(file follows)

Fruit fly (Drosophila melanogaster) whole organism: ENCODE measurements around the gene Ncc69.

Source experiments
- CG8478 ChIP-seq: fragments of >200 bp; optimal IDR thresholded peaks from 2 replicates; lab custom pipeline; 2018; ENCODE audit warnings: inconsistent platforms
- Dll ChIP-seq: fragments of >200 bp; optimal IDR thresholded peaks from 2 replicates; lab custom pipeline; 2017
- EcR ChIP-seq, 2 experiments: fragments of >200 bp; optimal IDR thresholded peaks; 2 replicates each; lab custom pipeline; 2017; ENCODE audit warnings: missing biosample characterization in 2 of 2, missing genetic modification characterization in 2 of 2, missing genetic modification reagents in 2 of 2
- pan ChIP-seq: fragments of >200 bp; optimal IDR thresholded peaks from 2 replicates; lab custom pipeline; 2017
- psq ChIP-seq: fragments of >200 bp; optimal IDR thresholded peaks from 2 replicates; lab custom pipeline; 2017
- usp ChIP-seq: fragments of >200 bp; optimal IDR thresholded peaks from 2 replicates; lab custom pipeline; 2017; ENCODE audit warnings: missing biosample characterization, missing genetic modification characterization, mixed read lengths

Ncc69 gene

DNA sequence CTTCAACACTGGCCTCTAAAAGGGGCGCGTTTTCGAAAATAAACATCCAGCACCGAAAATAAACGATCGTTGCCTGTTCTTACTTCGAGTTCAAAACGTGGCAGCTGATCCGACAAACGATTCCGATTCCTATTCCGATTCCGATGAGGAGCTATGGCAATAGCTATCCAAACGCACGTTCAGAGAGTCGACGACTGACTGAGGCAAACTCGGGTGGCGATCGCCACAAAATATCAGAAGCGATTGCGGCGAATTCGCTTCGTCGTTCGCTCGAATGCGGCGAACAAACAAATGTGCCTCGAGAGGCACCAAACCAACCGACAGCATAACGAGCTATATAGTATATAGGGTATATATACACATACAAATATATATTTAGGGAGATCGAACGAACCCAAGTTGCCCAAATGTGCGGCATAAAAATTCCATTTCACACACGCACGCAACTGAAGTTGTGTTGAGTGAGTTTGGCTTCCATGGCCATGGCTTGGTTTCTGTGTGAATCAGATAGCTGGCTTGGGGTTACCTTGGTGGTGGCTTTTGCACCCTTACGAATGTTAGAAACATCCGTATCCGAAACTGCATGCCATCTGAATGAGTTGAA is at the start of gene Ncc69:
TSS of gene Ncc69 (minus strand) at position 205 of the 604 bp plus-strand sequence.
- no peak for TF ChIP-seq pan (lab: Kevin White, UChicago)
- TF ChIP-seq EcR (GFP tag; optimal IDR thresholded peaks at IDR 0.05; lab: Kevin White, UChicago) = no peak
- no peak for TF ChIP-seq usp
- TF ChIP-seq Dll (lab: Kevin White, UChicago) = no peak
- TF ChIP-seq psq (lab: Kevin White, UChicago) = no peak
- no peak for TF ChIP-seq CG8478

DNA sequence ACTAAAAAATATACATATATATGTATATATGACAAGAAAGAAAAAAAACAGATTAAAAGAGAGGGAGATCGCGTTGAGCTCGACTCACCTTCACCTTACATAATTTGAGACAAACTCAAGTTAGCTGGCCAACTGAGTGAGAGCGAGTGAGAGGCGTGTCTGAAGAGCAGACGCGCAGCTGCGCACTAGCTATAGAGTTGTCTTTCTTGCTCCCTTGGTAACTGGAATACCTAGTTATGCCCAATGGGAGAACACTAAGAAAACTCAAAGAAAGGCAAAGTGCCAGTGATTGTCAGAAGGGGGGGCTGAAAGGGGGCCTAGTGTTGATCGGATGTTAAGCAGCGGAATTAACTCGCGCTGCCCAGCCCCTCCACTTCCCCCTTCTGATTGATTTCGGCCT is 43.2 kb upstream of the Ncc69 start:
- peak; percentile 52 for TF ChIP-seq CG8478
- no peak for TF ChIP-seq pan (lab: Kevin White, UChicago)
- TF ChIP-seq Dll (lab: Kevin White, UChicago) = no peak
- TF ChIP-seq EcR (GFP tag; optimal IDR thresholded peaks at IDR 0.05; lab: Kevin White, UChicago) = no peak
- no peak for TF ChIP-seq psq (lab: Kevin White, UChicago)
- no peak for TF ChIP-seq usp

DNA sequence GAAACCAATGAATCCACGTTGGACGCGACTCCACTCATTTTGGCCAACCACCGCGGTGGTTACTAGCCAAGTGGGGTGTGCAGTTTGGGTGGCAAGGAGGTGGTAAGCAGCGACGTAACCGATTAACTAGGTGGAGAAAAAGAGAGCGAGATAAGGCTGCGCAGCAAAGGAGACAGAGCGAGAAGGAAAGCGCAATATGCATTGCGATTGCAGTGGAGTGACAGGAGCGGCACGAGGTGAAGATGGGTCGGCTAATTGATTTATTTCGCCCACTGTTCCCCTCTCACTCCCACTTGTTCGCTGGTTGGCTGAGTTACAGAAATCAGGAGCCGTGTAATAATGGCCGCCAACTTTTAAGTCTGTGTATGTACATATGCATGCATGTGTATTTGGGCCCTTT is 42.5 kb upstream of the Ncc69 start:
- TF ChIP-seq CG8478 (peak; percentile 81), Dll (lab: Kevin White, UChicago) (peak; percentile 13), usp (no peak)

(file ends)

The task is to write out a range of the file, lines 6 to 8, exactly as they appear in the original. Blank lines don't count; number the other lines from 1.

- pan ChIP-seq: fragments of >200 bp; optimal IDR thresholded peaks from 2 replicates; lab custom pipeline; 2017
- psq ChIP-seq: fragments of >200 bp; optimal IDR thresholded peaks from 2 replicates; lab custom pipeline; 2017
- usp ChIP-seq: fragments of >200 bp; optimal IDR thresholded peaks from 2 replicates; lab custom pipeline; 2017; ENCODE audit warnings: missing biosample characterization, missing genetic modification characterization, mixed read lengths